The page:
In the last days of August, Goldman Sachs surprised its employees with a new rule: the firm's top employees will be barred from donating to certain political campaigns, including that of Trump-Pence.
In a memo sent out on August 29, the firm's global compliance office said that starting on September 1, "all partners across the firm are considered “Restricted Persons” as defined by the firm’s Policy on Personal Political Activities in the US." This means that as of this moment, Goldman's partners are "prohibited from engaging in political activities and/or making campaign contributions to candidates running for state and local offices, as well as sitting state and local officials running for federal office", and specifically donating to the Donald Trump campaign, in order to "minimize potential reputational damage."
The memo conveniently provides the following example of the type of political activity that is barred, among others:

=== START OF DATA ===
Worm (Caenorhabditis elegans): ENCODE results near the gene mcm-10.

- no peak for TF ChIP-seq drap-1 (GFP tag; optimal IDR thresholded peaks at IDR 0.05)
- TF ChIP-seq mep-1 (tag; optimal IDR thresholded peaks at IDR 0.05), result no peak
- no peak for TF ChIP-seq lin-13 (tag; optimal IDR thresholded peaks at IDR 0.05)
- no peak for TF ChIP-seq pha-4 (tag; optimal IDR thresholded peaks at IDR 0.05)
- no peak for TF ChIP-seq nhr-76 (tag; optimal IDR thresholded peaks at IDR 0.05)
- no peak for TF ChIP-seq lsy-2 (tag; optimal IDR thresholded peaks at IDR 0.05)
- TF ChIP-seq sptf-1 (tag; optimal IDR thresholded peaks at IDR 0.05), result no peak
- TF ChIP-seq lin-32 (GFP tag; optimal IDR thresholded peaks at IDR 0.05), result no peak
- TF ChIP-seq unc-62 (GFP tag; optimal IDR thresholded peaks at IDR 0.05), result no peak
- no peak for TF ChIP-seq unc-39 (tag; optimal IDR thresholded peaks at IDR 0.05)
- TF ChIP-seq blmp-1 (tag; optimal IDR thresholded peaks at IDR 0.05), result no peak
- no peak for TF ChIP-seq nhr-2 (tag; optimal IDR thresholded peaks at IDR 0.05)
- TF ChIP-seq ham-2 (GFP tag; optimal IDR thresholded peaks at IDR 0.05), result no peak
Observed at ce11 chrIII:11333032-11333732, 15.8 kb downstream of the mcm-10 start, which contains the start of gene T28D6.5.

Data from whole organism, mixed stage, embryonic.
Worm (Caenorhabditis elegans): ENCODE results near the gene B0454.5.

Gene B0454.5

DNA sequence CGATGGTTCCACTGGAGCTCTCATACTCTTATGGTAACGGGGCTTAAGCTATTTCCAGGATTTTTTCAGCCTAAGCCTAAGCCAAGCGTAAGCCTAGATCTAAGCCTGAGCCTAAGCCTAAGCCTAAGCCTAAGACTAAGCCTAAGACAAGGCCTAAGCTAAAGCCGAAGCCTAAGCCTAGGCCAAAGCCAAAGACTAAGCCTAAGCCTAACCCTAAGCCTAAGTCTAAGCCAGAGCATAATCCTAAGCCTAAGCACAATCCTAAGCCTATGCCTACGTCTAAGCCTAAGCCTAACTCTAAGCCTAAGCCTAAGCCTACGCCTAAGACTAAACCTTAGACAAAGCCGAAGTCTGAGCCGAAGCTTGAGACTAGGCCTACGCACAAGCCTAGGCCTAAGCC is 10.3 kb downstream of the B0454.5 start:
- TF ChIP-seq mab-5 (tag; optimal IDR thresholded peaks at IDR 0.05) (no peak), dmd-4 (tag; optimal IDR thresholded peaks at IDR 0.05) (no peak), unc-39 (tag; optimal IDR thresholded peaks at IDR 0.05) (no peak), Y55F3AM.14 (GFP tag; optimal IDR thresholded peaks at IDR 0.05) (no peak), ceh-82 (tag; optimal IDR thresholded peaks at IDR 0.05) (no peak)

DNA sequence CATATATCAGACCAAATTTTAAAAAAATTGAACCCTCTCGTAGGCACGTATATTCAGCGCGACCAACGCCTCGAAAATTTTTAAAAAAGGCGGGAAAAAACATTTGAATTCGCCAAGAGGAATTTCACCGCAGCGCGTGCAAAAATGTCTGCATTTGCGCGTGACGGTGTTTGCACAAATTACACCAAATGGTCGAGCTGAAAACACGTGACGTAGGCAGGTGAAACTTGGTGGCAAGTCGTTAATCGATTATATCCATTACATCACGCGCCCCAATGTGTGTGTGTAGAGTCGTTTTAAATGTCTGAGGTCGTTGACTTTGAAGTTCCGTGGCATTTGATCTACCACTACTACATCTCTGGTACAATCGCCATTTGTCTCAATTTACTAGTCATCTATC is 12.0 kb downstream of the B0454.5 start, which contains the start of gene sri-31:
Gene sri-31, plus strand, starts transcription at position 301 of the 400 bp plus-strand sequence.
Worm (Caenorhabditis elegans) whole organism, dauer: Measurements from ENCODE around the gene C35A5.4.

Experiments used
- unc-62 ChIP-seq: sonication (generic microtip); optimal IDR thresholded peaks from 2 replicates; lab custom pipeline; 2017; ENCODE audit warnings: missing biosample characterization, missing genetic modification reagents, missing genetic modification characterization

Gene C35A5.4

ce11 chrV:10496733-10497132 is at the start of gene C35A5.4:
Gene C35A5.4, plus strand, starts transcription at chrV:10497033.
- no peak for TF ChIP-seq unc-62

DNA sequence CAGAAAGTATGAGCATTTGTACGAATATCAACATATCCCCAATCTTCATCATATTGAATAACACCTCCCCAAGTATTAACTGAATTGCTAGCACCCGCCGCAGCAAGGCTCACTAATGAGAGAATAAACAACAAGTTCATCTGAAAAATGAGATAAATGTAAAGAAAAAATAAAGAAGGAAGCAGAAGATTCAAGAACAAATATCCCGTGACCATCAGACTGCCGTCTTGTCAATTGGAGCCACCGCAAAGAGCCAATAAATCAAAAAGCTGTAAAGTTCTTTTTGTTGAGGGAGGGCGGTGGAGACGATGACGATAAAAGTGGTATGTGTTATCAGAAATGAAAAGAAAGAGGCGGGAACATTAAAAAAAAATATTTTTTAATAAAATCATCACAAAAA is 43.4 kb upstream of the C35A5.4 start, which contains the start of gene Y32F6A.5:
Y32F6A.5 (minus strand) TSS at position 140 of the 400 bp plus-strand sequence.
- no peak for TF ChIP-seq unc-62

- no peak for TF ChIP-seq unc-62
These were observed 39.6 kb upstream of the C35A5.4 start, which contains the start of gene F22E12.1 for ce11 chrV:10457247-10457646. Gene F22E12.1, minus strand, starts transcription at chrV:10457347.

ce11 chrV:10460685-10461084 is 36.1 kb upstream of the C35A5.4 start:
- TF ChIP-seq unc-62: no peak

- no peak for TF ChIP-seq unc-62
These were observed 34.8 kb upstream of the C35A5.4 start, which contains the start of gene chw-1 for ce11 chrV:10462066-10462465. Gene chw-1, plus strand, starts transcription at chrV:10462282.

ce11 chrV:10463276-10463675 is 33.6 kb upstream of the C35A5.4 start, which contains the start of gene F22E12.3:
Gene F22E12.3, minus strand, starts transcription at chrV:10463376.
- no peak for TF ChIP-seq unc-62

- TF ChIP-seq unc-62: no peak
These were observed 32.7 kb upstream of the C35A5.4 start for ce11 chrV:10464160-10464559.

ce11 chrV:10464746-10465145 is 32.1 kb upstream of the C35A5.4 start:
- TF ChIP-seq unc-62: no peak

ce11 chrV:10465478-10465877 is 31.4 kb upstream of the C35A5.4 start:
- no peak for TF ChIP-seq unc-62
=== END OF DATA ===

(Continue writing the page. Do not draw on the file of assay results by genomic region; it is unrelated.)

Any federal candidate who is a sitting state or local official (e.g., governor running for president or vice president, such as the Trump/Pence ticket, or mayor running for Congress), including their Political Action Committees (PACs).
As Fortune, which first obtained the memo reported, said that Goldman's new rule was meant to remove any implication of so-called “pay to play.” Four years ago Goldman bank paid $12 million to settle charges that a former Boston-based banker had picked up bond underwriting business in the state while working for and contributing funds to the campaign of a then Massachusetts state treasurer and governor-hopeful, Tim Cahill.
Pay-to-play rules were first introduced by the Securities and Exchange Commission in 2010, after several investment advisors were accused of trying to win business, such as managing public pensions, with improper tactics including political contributions. If a financial advisor were to make a campaign contribution to a public official or candidate, they would be banned from providing advisory services for compensation to the government client for two years under the rules.
Goldman explains that "the policy change is also meant to minimize potential reputational damage caused by any false perception that the firm is attempting to circumvent pay-to-play rules, particularly given partners’ seniority and visibility," adding that “all failures to pre-clear political activities as outlined below are taken seriously and violations may result in disciplinary action."
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